Definition of disorder
Protein disorder can be defined by many ways depending on the research focus and experimental method used. As a baseline, we used the definition used in the Critical Assessment of protein Structure Prediction (CASP) experiments: the disordered residues are those marked by REMARK465 tag in the experimentally determined protein structures deposited in Protein Data Bank (PDB) [20
], which indicates regions with missing coordinates in crystal structures determined by X-ray crystallography or residues with highly variable coordinates in ensembles of Nuclear Magnetic Resonance (NMR) structures. This definition was extended to include also proteins deposited in the DisProt database (disorder validated experimentally by a variety of experimental methods such as circular dichroism (CD) spectroscopy, mass spectrometry, immunochemistry, SDS-PAGE gel, small-angle X-ray scattering (SAXS), currently over 1300 regions) [11
]. The advantage of the DisProt database is that it includes proteins without known three-dimensional structure, especially proteins that are entirely disordered, whose structure typically cannot be determined by high resolution methods (X-ray crystallography and NMR). Thus, we treat all disorder types as a single class.
Primary methods used in the meta-method
The MetaDisorder series of predictors combined, via a machine-learning approach, the predictions of 13 primary disorder predictors that performed well in CASP and are freely available as standalone applications or stable web servers that can process large numbers of queries: DisEMBL [21
], DISOPRED2 [22
], DISpro [23
], Globplot [24
], iPDA [25
], IUPred [26
], Pdisorder [27
], Poodle-s [28
], Poodle-l [29
], PrDOS [30
], Spritz [31
], DisPSSMP [32
], and RONN [33
]. Additionally, the meta-predictors designed for CASP9 used also six subjectively selected methods for protein fold-recognition: HHSEARCH run over PDB70 and CDD databases [34
], FFAS [35
], mGenThreader [36
], PSI-BLAST run in two different modes (with and without masking regions with low sequence complexity) over the culled PDB database [37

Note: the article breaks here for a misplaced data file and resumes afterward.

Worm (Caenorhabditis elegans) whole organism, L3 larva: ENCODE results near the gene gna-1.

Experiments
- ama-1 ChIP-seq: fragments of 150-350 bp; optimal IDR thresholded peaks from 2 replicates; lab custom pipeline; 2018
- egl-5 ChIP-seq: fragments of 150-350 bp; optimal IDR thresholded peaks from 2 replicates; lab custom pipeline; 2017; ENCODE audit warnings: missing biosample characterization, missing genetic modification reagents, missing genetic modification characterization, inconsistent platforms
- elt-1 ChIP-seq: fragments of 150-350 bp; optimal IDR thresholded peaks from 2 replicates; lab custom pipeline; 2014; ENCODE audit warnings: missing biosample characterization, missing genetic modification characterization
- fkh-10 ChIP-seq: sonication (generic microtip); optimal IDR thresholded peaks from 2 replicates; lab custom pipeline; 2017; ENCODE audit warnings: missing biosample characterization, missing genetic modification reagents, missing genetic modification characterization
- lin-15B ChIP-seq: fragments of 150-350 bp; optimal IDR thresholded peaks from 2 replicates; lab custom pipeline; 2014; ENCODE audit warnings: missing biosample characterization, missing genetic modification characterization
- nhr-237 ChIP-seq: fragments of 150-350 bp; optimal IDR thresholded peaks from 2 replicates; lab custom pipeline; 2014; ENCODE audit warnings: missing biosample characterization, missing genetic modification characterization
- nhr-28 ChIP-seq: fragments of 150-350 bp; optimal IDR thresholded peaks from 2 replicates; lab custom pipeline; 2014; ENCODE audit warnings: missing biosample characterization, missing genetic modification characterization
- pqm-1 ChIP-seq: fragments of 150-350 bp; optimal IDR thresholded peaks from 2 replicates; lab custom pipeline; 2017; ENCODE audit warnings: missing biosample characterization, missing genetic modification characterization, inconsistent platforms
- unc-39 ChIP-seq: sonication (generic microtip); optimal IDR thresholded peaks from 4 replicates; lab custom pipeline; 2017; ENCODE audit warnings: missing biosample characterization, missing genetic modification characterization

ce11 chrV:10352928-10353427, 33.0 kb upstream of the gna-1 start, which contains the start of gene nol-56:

], PHYRE [38
], and PCONS [39
] (a consensus method that uses as an input models generated by MODELLER [40
] based on alignments from the previously mentioned fold-recognition methods). For short description of each method see Table and Table . Additionally, two methods for secondary structure prediction: JNET [41
] and PSIPRED [42
], and one solvent accessibility predictor, JNET [41
], were used.
Description of disorder predictors analyzed in this work
Description of fold recognition methods used by MetaDisorder
Training and testing datasets
To train the meta-predictors, two independent datasets were used. The first dataset was prepared based on the combined DisProt database (version 3.6) and CASP7 targets. Sequences longer than 1000 residues were omitted, because they exceed the length limit of some of the primary methods used and could not be processed automatically without arbitrary manipulations. Overall, this procedure provided 566 proteins, which included 232,664 residues in total, of which 23.45% were disordered. The second dataset, called pdbRemark465, was based on structures in the PDB database. Representative structures were extracted using the PISCES server [43
] and filtered according to the following criteria: experimental technique: X-ray crystallography, resolution
0.2, length 50–1000 aa residues, and mutual sequence similarity